The last option you have is to roll up the sleeves and create one yourself. If you have the time and are looking to do any form of development in the future, this is a great option. It allows you to gain an understanding of what the files are and how they link into each other.

If you want to give it a try, let us break it down for you step by step.

Create a Divi Child Theme

So you have decided to create your own divi child theme. Awesome! Grab a coffee, cup of tea or whatever beverage of your choice and let’s get cracking.

What you will need

Creating a divi child theme is basically creating a few files that will link into the main parent theme. To create the files you will need a code editor. If you are using windows, you could use notepad but there are more advanced code editors out there that you can use and will make things easier. While there are many code editors online, we are only going to recommend the more popular ones that you can use for free.

VSCode (Our preferred choice)

You can download and install any of the code editors listed above. Once you are done, come back here and we will walk you through the rest of the process.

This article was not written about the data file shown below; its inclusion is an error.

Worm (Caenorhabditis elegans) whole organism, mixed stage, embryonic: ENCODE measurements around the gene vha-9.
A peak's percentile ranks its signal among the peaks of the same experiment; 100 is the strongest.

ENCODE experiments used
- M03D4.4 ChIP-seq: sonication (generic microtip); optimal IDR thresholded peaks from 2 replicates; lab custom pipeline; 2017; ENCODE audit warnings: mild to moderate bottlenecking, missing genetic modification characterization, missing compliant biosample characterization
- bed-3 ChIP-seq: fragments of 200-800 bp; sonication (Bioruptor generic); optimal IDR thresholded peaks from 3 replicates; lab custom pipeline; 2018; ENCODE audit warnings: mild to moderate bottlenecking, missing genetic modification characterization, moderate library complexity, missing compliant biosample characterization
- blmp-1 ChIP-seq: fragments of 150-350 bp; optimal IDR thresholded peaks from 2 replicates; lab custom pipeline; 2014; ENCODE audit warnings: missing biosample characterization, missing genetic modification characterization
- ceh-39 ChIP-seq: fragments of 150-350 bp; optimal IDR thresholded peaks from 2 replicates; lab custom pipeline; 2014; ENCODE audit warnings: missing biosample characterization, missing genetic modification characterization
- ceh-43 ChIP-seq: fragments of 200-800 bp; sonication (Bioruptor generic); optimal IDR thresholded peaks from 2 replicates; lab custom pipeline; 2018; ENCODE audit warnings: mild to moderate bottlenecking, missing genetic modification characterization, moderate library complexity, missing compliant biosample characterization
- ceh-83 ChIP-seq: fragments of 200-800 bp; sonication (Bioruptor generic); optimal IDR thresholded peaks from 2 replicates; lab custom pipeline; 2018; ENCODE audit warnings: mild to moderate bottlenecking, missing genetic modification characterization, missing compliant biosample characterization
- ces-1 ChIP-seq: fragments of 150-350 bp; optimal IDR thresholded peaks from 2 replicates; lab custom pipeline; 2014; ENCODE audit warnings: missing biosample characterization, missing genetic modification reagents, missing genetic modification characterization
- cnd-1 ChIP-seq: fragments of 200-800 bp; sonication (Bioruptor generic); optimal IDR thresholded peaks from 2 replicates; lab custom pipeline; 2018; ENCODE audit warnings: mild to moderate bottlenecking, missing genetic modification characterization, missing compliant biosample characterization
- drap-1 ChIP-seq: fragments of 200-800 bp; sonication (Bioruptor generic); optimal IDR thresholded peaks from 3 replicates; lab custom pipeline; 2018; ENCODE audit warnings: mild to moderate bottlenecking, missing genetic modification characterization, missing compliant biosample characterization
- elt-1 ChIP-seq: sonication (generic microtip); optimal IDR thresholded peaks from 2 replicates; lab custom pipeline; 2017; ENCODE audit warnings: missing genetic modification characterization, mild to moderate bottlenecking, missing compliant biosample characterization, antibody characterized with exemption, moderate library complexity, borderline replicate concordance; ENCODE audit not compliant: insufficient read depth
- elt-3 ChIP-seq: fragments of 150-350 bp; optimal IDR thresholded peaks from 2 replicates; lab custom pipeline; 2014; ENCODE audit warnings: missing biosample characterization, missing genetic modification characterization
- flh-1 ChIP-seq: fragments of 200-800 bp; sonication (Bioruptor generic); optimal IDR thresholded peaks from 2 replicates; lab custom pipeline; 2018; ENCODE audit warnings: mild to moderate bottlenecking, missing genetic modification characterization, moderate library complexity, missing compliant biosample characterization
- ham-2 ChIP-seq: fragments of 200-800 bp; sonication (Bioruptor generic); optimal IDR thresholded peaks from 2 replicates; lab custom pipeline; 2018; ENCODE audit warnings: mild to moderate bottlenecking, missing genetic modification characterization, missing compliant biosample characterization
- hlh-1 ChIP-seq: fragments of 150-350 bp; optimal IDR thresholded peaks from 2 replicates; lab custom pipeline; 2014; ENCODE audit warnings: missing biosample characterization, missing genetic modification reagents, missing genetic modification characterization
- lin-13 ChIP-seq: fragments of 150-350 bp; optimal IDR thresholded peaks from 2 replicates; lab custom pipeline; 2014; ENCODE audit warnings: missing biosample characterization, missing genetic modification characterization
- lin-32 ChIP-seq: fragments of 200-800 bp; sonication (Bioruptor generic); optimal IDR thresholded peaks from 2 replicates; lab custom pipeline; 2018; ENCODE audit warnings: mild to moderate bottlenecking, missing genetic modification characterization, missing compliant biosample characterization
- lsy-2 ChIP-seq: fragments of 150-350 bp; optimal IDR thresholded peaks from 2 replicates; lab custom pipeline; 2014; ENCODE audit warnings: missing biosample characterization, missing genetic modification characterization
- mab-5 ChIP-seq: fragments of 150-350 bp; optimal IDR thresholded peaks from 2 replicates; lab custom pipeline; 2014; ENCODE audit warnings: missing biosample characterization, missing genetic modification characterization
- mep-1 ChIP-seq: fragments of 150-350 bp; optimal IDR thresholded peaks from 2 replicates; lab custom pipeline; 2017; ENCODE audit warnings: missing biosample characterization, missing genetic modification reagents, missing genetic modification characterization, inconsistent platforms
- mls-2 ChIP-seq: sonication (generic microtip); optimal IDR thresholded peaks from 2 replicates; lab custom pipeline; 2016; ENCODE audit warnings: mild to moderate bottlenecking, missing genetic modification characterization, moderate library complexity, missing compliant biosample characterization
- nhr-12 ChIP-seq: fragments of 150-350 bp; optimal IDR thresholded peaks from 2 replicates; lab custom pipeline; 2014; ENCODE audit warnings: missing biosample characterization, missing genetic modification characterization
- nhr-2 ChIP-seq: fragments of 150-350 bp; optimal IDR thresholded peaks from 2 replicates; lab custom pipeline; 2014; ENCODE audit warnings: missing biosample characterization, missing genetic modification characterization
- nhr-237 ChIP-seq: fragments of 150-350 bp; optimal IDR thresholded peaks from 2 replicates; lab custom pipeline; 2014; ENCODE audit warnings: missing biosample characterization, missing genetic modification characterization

Create the required files

To start, create a folder that you will build your divi child theme in. You can name this anything you want.


Inside the folder, using your code editor, create a new file called style.css. Edit the file to include the following code;

 Theme Name: DiviDuck Example Theme
 Theme URI: http://www.dividuck.com/dividuckexample
 Description: Child theme for Divi Example and designed to show how it works
 Author: Dividuck
 Author URI: http://www.dividuck.com
 Template: Divi
 Version: 1.0
 License: GNU General Public License v2 or later
 License URI: http://www.gnu.org/licenses/gpl-2.0.html